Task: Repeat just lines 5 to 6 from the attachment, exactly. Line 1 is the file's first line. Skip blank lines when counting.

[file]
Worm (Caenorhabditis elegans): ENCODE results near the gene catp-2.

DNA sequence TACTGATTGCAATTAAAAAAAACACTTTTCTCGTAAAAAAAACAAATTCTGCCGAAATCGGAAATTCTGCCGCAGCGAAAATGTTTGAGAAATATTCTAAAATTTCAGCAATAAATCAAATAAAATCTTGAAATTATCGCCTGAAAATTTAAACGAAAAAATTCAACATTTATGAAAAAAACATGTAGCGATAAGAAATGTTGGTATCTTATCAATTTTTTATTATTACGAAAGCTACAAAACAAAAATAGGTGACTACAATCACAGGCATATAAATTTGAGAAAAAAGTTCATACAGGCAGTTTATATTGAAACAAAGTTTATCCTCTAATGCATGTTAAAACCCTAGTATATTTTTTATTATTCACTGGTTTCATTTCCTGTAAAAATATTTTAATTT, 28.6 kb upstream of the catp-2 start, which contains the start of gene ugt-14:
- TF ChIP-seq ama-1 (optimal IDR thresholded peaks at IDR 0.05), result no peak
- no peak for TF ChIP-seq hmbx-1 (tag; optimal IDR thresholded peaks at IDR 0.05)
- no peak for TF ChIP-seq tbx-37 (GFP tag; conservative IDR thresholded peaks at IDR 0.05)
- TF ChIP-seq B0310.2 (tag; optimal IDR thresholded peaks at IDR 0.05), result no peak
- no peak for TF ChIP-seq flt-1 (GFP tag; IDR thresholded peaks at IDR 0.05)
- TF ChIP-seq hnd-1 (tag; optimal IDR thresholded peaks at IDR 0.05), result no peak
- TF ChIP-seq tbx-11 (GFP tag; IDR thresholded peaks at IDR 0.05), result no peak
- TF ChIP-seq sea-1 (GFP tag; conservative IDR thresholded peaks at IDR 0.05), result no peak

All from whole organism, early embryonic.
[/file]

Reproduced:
- no peak for TF ChIP-seq tbx-37 (GFP tag; conservative IDR thresholded peaks at IDR 0.05)
- TF ChIP-seq B0310.2 (tag; optimal IDR thresholded peaks at IDR 0.05), result no peak